In order to control the execution of processes, the kernel must be able to suspend the execution of the process running on the CPU and resume the execution of some other process previously suspended. This activity is called process switching , task switching, or context switching. The following sections describe the elements of process switching in Linux:
Saving the floating point registers
While each process can have its own address space, all processes have to share the CPU registers. So before resuming the execution of a process, the kernel must ensure that each such register is loaded with the value it had when the process was suspended.
The set of data that must be loaded into the registers before the process resumes its execution on the CPU is called the hardware context. The hardware context is a subset of the process execution context, which includes all information needed for the process execution. In Linux, part of the hardware context of a process is stored in the TSS segment, while the remaining part is saved in the Kernel Mode stack. As we learned in Section 2.3 in Chapter 2, the TSS segment coincides with the tss field of the process descriptor.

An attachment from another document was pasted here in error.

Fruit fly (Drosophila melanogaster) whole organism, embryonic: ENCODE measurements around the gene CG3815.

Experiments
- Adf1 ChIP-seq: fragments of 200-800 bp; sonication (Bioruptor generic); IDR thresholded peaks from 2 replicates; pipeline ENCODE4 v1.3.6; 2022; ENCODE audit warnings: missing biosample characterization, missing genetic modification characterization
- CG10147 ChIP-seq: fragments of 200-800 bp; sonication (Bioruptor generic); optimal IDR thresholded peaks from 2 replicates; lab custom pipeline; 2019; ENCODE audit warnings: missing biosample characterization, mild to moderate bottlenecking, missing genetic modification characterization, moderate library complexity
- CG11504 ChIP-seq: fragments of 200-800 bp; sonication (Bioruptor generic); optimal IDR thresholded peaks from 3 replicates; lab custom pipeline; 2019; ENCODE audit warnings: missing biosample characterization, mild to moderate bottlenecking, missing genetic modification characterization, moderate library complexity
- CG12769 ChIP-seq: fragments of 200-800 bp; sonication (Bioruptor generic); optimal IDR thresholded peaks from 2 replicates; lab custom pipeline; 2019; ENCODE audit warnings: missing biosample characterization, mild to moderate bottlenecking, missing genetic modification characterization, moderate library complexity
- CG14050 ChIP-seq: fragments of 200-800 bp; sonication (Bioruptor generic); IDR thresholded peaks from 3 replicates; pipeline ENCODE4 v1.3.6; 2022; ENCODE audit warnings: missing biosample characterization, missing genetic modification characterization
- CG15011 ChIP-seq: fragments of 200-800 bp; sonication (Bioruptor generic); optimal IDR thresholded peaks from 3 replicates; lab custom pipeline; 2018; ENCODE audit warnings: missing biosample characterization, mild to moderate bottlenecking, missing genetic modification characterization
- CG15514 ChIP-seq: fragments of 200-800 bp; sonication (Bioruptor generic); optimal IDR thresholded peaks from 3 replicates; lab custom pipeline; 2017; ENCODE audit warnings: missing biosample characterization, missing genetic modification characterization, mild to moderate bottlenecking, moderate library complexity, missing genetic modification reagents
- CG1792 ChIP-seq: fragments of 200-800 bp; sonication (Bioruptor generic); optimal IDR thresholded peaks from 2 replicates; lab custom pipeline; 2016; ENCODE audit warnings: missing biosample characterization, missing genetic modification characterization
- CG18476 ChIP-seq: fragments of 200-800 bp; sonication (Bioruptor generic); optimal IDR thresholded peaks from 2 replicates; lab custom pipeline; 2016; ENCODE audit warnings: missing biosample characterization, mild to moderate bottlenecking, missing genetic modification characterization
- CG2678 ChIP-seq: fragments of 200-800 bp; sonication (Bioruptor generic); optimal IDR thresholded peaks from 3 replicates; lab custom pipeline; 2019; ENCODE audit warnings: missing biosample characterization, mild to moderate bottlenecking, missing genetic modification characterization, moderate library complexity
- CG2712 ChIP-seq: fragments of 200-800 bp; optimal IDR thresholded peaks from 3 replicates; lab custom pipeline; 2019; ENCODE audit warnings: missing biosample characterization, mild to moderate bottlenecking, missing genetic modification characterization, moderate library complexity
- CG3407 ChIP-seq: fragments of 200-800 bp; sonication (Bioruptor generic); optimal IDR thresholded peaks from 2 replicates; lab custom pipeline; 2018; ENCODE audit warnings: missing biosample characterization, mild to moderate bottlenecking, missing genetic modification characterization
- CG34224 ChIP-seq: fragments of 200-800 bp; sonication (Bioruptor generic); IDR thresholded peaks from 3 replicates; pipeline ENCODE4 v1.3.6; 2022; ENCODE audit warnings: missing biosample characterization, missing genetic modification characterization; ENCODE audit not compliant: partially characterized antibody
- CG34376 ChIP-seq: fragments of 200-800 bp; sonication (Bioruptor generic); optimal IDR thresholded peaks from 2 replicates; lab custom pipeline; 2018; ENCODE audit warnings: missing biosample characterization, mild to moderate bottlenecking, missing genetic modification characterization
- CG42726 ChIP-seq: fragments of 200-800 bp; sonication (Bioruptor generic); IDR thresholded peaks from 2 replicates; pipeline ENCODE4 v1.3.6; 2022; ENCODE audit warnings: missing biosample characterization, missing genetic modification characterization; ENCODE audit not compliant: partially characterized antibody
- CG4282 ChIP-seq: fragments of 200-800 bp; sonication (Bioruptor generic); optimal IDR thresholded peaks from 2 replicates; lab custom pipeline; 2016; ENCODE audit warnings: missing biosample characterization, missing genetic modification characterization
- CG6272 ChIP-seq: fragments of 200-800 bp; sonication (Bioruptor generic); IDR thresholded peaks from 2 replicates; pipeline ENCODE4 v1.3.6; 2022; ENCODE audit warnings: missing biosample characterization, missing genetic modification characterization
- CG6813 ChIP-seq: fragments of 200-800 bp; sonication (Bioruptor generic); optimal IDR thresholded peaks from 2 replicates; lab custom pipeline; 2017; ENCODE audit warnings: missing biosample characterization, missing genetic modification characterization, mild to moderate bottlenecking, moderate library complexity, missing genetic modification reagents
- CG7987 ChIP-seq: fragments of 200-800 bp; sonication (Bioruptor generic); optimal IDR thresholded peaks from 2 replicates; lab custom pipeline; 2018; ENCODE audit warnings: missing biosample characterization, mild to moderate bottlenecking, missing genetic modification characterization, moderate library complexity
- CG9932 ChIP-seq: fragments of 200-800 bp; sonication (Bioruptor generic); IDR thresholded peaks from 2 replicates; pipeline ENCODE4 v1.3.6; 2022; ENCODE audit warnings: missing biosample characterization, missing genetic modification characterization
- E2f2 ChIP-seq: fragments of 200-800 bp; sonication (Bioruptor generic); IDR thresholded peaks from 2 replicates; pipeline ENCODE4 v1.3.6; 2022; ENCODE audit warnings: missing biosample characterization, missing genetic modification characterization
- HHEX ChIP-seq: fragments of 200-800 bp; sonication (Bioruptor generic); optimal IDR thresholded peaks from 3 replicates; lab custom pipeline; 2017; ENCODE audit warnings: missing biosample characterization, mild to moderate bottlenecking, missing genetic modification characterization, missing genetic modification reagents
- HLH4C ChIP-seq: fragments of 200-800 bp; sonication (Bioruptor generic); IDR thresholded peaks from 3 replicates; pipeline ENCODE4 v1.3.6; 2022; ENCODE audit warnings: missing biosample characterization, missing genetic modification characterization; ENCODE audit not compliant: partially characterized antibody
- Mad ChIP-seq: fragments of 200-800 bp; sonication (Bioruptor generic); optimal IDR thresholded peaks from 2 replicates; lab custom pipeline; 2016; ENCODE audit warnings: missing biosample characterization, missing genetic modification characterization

We will assume the prev local variable refers to the process descriptor of the process being switched out and next refers to the one being switched in to replace it. We can thus define process switching as the activity consisting ...